For those of us who visited Israel, you know what a special place it is. You’ve walked down the Tayelet in Tel Aviv on Thursday afternoon, and you’ve seen the people leisurely lingering in cafes as the waves of the Mediterranean crash in the background. But for many Americans the only images of Israel that they see are blown out clubs and cafes, missiles firing, death, and tragedy. That in itself is a tragedy. These news stories often miss the beauty and the human element of why our nations care so much for one another. But these stories do serve as a constant reminder of the threat Israel faces and why Israel needs our friendship and needs it now.
Good morning. Thank you, Lonnie, for your gracious introduction and above all your support and friendship over many years. And thank you to AIPAC for the warm welcome you have always given me at every event that I have attended. I appreciate your advocacy.
And let me also recognize in the Jersey delegation there are some 500 of you here today. Many of you are here and I know friends like Steve Klinghoffer, Mike Levin and others are leading the way. So again, let’s hear it for New Jersey. Thank you for your engagement.
And let me just say to all of you at AIPAC, all who are committed to the strongest possible relationship between the United States and Israel, as I have been throughout my public service career, that I look forward to working with you in my new role as chairman of the Senate Foreign Relations Committee. It is one of the Senate’s it is one of the Senate’s original 10 standing committees and it has helped shape American foreign policy through the complex geopolitics of an ever-changing world.
Thanks so much, Roger! As you just heard, Roger accompanied me on my first trip to Israel back in 2002, and he and Linden have become dear friends to my wife, Sandy, and me.
I want to thank Roger, Howard Kohr, Marvin Feuer, and all my other good friends at AIPAC for inviting me to speak here tonight. I’m especially grateful given the latest approval ratings for Congress.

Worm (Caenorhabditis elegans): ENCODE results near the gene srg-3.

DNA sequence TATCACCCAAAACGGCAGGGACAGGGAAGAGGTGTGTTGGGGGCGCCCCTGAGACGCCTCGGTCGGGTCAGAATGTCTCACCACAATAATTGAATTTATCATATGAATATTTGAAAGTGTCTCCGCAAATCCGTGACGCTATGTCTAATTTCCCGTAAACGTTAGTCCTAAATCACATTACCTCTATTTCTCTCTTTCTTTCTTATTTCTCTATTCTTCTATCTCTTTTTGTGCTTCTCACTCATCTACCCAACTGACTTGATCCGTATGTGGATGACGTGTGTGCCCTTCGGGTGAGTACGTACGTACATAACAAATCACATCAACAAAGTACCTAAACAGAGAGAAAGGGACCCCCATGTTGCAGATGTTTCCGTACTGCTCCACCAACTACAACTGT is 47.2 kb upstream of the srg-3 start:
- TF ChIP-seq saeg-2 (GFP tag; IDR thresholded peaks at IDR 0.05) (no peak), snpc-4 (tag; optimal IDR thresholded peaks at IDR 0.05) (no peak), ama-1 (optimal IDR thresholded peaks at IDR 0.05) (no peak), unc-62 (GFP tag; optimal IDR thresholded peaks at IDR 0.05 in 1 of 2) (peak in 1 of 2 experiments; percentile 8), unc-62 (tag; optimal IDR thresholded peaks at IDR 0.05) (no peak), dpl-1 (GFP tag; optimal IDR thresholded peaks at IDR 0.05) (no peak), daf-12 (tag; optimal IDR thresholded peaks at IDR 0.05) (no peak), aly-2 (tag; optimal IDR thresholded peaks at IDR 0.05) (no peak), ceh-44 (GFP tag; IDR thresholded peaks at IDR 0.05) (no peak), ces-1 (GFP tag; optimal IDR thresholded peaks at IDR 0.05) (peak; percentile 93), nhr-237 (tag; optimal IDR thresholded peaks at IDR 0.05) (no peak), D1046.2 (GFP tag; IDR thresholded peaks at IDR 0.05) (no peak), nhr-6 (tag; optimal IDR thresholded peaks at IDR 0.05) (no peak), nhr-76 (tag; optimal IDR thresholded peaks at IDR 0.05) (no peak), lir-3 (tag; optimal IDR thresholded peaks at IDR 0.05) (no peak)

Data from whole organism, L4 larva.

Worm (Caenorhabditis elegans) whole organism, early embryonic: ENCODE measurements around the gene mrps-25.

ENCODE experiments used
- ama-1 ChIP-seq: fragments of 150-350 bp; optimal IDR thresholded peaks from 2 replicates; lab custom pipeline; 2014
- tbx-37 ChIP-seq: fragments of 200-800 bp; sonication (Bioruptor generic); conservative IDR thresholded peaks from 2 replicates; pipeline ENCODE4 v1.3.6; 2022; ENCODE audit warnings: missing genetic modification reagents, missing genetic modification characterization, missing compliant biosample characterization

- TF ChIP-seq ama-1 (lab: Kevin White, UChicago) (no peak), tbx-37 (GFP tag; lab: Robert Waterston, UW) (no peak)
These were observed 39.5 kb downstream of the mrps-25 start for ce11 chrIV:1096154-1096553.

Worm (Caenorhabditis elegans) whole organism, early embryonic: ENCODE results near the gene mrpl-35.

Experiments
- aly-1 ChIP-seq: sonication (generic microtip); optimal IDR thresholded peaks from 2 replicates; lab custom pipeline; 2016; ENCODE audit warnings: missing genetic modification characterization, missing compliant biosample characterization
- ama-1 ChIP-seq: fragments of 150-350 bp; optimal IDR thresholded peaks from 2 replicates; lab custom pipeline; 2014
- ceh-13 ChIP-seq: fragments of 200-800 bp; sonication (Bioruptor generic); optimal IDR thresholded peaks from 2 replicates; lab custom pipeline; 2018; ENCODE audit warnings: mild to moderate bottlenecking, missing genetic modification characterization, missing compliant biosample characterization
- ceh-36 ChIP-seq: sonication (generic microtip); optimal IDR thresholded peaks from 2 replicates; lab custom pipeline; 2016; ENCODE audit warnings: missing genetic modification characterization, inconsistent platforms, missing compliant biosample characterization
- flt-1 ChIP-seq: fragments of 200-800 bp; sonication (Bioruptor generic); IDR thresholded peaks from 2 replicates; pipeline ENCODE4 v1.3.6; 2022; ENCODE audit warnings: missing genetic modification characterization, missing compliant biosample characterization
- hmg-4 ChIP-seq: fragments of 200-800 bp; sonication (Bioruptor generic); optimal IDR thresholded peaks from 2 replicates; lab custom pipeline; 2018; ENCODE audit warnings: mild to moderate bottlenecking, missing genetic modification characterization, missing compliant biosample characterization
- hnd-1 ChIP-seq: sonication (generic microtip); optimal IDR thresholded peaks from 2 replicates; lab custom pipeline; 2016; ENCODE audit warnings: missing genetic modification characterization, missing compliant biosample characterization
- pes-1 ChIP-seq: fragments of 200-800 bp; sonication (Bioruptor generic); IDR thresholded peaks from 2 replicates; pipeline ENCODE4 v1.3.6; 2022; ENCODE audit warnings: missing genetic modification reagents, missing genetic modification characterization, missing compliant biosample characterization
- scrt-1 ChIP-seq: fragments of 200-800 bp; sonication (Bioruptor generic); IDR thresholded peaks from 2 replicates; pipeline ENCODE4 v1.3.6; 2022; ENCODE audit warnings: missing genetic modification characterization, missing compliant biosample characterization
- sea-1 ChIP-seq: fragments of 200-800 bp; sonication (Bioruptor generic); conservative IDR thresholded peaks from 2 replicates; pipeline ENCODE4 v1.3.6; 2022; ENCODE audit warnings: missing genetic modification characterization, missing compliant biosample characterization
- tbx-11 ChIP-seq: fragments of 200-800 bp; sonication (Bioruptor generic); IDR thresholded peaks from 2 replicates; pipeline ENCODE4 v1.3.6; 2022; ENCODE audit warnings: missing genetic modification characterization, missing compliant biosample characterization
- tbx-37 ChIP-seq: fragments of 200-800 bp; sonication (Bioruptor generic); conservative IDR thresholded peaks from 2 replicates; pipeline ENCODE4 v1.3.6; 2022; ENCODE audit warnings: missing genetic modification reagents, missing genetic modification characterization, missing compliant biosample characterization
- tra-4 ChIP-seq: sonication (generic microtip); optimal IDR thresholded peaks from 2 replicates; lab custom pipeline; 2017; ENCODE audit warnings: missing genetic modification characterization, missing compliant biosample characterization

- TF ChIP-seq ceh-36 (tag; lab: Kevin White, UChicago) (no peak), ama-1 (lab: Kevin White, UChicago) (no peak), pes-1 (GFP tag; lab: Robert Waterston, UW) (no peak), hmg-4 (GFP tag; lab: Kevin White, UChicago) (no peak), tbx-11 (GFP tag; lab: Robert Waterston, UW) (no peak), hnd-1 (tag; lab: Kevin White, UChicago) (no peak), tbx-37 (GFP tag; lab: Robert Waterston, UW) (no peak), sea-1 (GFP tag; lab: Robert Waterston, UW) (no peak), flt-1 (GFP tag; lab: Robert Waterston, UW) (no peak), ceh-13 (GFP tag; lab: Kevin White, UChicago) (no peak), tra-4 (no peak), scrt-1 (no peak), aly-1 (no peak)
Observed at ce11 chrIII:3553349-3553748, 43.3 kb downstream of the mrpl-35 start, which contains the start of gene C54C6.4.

In all seriousness: I understand why many Americans look at Washington, D.C., and shake their heads. It often seems that every single issue has been turned into a political football.
However, I want to assure you, on the issue of U.S. support for Israel, we’ve been able to maintain an overwhelming bipartisan consensus.
But that should come as no surprise. We all know that the strong support for Israel on Capitol Hill reflects the strong support for Israel in cities, towns, and communities across America. We know that Americans feel a kinship with Israel because our countries share common values, such as liberty, equality, and human rights. America and Israel have stayed true to these values even as we have responded to murderous attacks by some of the most ruthless terrorist organizations on the planet.
By Claudia Rosett
On Wednesday, under the crystal chandeliers of Vienna’s ornate Hofberg Palace, the prime minister of Turkey delivered a speech in which he called Zionism “a crime against humanity” — equating it with fascism, and, for good measure, Islamophobia and anti-Semitism. Following his remarks, Erdogan was thanked, and applauded.
The occasion was a February 27–28 meeting of an outfit called the United Nations Alliance of Civilizations, launched in 2005 by former secretary general Kofi Annan for the purpose of “bridging divides.” Among those attending this latest conclave of the Alliance were U.N. secretary general Ban Ki-moon; director general Irina Bokova of the U.N. Educational, Scientific and Cultural Organization (UNESCO); and such celebrities of the diplomatic circuit as Iranian foreign minister Ali Akbar Salehi.